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this means and who profits from marijuana sales. >> this is the absurdity of thing people need understand what is happening here. america needs slave labor. what we see now is the privatized prison system. if you can name a corporation right now, they're profiting off of labor, enslaved labor. to fill those spots, they need to be out of put bodies into those prison systems. and those bodies right now are being collected on the streets of ameri throughannabis arrest we s last ale that 7-1000 peoe were aested fosimple posseson of cannabis. of those 700,000 people, you are four times more likely to be arrested if you are black. so when you start to look at the factor being targeted as a people for these arrest to become part of the prison system, to be able to work into
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slave labor, it becomes extremely concerning. amy: can you talk about what happened your brother? >> is 17 years old, he got caught wh 4.5 ouns in texas. he never saw an attorney. the judge may my brother a felon. my brother spent 4.5 years taking cotton for free in texas. i always stop on that note and say it again. blackckrother, my 17-year-old brother, spent 4.5 years picking cotton for free in texas to gain his freedom. that was in 1992. not 1892. this is absurd to me. and we discovered this, i became incensed. as a student on the campus of the university of colorado, we smoked cannabis regularly. police.d it in front of i did not know until i met my brother and 35 that people were actually arrested for cannabis. in my will the world of lawyers
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and doctors and college-educated jail fore don't go to cannabis. everybody else does. 700,000 arrests last year for cannabis possession. amy: if you have a criminal record for marijuana, how does that impact your ability to enter the industry? >> you can't. you have to be 10 years removed from any kind of a drug felon. you can of other felonies and other issues with the law and stl own dispearies in lorado, however, you cannot have any drug felonies. it has become externally difficult to get into the industry. and i also have to point out that the negative perception given to people of color through churches and through our elected officials also helps stop the people from wanting to be involved in this industry. which is another travesty that we are once again being left out of, this brand-new industry, and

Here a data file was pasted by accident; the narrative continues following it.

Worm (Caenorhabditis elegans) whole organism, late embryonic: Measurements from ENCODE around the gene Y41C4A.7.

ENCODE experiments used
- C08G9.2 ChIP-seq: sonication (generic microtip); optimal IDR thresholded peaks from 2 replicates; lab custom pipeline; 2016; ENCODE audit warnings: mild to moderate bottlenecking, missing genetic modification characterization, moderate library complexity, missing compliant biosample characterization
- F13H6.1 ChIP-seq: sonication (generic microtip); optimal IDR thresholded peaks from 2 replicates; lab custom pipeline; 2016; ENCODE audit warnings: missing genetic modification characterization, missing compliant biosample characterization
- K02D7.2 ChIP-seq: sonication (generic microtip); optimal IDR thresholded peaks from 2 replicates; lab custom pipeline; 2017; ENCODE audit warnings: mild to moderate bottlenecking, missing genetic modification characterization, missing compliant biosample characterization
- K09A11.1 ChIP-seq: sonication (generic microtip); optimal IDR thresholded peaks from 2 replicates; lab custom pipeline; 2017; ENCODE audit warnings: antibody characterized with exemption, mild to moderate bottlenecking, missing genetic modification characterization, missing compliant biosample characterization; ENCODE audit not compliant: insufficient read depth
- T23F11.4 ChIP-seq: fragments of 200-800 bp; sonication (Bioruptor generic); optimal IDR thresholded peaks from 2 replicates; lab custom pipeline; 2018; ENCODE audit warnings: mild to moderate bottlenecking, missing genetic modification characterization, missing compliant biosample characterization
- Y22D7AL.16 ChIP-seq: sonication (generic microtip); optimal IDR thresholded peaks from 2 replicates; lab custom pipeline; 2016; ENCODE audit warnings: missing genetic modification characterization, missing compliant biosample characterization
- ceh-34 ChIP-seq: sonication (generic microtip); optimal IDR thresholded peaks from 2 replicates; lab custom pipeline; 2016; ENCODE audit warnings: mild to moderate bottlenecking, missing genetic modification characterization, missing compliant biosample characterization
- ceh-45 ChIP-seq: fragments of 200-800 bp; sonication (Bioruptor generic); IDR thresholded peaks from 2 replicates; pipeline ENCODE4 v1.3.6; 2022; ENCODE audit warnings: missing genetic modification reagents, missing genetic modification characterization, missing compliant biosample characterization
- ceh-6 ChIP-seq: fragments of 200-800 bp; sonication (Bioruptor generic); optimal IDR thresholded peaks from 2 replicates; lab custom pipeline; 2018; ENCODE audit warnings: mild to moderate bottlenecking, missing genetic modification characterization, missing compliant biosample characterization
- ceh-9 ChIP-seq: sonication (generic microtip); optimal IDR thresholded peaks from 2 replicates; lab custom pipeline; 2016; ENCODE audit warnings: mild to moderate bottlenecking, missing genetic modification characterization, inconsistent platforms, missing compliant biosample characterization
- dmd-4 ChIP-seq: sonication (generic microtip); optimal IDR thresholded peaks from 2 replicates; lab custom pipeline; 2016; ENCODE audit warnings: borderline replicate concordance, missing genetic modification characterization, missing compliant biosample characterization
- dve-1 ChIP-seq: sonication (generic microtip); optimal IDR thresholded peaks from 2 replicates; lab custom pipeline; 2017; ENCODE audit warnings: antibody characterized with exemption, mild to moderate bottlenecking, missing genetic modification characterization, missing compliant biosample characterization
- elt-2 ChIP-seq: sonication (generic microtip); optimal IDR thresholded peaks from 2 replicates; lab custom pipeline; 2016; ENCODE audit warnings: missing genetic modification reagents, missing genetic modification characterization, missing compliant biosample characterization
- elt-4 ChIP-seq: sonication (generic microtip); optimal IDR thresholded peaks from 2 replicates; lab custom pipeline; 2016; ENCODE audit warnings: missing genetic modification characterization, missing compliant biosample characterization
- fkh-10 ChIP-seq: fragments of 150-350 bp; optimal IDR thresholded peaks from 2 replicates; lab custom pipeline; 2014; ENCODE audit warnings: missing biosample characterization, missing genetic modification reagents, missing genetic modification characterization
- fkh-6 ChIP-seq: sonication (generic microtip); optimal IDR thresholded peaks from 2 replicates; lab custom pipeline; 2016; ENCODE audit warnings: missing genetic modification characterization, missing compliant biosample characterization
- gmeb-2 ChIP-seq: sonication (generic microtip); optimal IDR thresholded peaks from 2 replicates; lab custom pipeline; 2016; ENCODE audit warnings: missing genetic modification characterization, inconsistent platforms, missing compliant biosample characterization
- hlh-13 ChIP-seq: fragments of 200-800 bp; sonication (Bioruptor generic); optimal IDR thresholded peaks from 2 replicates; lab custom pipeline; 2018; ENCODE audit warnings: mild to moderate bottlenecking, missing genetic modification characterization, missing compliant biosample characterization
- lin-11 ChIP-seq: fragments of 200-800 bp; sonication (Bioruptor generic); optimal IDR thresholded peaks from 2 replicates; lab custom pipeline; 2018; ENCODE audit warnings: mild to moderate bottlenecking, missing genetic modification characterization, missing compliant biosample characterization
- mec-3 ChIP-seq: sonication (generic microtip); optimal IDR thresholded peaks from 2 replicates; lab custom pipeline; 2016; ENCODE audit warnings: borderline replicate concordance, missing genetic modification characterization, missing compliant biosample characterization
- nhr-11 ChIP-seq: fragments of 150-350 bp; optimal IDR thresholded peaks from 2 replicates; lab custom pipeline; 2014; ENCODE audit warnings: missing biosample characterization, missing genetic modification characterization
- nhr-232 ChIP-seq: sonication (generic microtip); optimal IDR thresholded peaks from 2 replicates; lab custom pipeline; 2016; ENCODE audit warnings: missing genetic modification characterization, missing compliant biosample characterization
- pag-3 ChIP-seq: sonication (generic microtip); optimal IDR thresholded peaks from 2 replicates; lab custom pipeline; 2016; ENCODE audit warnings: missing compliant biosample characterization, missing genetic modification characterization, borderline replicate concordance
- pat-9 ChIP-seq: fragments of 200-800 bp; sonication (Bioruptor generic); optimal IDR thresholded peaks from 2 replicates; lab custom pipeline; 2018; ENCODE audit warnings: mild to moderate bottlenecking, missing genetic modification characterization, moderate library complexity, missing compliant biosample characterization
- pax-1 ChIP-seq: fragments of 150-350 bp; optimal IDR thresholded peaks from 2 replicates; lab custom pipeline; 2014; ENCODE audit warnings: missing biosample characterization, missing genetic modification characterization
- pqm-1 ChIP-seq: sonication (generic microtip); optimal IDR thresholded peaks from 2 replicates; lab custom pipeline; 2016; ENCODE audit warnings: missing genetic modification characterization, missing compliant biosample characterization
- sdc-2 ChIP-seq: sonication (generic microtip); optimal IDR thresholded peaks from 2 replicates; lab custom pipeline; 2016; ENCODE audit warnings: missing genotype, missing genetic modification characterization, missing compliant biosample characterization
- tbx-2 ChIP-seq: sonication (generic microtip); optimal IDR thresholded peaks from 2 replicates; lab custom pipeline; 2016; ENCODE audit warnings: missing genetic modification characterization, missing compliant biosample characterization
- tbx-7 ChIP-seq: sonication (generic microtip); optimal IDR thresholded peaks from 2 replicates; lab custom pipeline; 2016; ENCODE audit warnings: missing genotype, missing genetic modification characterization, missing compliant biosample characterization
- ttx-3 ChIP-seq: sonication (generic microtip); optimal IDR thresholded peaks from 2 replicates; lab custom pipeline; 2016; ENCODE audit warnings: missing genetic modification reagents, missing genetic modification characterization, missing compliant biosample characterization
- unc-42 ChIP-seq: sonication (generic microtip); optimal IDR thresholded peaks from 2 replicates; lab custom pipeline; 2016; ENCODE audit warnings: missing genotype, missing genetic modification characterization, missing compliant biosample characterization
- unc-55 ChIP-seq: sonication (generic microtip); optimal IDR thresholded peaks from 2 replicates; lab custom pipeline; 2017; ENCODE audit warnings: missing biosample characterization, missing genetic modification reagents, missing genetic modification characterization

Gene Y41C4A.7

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one of the largest industries that we will see in this country. amy: talk about the denver city council restricting new pot businesses in the city. what are your thoughts? >> what sparked that was they said there were too many grow facilities in poor neighborhoods. however, denver city council is the one who controls zoning and the once who told us where we had to be and where we were allowed to grow. five years later, they figure that are too many there, even of these organizations had been good neighbors, cleaned up the hire have hired people for which jobs, which is always a positive in this industry. amy: the black community in colorado, it's position on pot legalization? >> i cnot speak for the entire black community, but i will say the response to me and peopl wanting to work for me is overwhelming. i get letters daily from people wanting to be a part of the industry, wanting to be working in our dispensary from college
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educated people to people that are just starting out will stop amy: can you talk about the role of women, particularly black women in this white male dominated industry? >> is almost nonexistent for black women. there are few to none. i've asked the question many times. is an extremely limited number. --en in this under street industry are coming. go. within about 36% of the management positions in this industry are women. ownership.% to 22% jes, thanyou for joining us. wanda james is ceo of simply pure, a denver-based cannabis dispensary, and managing partner of cannabis global initiative.